Then we have the specialised services—the provision of education for the blind, and for the physically and mentally handicapped, and approved schools. It is necessary to provide these services over a fairly wide area, and my opinion is that whatever is done in this field of education should be done for the whole of the Greater London area. The standard educational services should be run by the boroughs outside the present L.C.C. area.

My hon. Friend the Member for Fulham (Mr. M. Stewart) referred to the question of deprived children. In December, 1960, there were 154 children in care in the metropolitan area of Essex. Of those, 13 were in Barking; 32 in Dagenham; 18 in Ilford; 16 in Romford; and four in Hornchurch. It would be ridiculous to divide up that number of children and endeavour to provide separate schools and arrangements for them. For the whole County of Essex the number of such children is about 250. I understand that the Essex County Council does a very good job in organising services for this group of deprived children, and it would be ridiculous to divide them up.

Mention has already been made of the good work done by the architects' department of the London County Council. The body which was responsible for building the Festival Hall and the Roehampton flats is one to which great credit should be given, and I do not see why it should be necessary to abolish it. A Greater London Council should have housing responsibilities, on equal terms with those of boroughs, as occurs now in the area of the L.C.C. There will obviously have to be big housing development schemes in future, which will cut across borough boundaries on many occasions.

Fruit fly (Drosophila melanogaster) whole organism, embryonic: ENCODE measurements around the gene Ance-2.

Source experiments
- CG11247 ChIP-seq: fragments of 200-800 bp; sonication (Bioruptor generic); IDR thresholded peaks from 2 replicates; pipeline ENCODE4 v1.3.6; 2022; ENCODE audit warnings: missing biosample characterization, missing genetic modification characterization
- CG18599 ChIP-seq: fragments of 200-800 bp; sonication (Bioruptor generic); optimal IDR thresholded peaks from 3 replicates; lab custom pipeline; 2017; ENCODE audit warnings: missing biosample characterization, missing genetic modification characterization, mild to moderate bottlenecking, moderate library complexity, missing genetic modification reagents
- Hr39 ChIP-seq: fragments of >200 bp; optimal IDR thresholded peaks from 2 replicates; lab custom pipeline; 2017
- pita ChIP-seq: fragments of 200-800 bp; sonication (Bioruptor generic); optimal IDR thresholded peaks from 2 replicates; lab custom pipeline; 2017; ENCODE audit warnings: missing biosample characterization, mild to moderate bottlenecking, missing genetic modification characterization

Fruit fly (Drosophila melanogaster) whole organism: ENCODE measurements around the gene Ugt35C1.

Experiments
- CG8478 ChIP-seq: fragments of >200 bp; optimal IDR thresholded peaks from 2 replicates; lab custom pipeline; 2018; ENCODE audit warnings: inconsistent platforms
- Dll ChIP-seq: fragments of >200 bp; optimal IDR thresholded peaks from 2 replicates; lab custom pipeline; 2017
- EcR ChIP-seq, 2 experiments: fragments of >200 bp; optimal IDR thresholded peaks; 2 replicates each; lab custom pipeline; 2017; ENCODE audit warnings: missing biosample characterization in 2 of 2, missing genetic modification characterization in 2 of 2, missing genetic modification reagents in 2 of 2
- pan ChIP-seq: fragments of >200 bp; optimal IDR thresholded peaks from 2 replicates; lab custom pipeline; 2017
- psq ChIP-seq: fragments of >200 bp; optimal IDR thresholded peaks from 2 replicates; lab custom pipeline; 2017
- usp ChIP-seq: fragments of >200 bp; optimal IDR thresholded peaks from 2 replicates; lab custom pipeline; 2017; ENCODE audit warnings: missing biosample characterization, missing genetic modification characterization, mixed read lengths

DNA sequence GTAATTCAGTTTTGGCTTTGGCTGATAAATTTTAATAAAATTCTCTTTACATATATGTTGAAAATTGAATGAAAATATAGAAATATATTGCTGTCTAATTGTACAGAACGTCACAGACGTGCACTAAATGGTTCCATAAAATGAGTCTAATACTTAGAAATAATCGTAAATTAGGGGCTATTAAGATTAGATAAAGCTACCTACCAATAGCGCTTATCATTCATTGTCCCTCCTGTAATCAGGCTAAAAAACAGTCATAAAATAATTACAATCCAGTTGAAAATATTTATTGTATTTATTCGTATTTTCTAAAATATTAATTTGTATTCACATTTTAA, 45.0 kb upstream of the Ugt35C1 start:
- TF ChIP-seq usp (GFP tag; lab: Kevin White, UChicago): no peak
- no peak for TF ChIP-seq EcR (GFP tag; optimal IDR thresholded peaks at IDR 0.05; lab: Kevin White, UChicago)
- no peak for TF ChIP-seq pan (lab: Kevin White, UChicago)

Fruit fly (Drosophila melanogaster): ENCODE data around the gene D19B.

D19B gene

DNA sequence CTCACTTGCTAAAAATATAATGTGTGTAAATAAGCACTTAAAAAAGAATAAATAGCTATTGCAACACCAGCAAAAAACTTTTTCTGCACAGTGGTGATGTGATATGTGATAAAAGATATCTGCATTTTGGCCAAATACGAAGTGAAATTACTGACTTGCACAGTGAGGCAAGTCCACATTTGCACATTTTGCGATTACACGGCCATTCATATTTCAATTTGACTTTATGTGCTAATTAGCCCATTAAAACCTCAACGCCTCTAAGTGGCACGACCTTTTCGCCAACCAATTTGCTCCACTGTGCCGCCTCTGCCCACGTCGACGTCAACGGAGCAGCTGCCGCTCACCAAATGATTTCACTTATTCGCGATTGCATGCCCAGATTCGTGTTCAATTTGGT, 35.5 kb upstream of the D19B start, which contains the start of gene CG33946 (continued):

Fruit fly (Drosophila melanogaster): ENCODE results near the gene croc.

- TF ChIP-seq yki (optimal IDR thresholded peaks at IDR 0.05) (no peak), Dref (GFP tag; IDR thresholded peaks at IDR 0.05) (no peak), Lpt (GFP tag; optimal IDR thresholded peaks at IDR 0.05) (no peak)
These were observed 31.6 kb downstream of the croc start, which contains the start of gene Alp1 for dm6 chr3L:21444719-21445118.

There is the question of the rebuilding of Piccadilly Circus, which, presumably, should be carried out by the Greater London Council, and the Elephant and Castle redevelopment scheme. Many such schemes will be required in future in the London area, and it would surely be wise to retain the architects' department of the L.C.C. so that it could operate side by side with the housing departments of the boroughs, as is the case at present. This arrangement works very smoothly.

I now wish to refer to one question that affects Dagenham particularly. The Government's proposals include the handing over of L.C.C. estates to local councils, but no time limit is laid down in which this operation should take place. Dagenham feels very strongly that its L.C.C. estates should be transferred to the local council at an early date. The Royal Commission suggested that this should happen. The Government suggest that these estates should pas" to the new Greater London Council and, perhaps, at a later stage, to the local councils.

I take the view that although the Greater London Council may continue housing developments, after ten years the control of a housing estate should pass to the borough in whose area it happens to be, so that it can then be filled with local people. When an estate has been running for ten years or more it is clear that there will be young people in the area who are eligible for rehousing when vacancies occur. They should not be forced to go elsewhere. The Government's statement is not precise enough on that point, and Dagenham wants more definite proposals for handing over the present L.C.C. estates to the borough councils whenever the Government's Bill goes forward.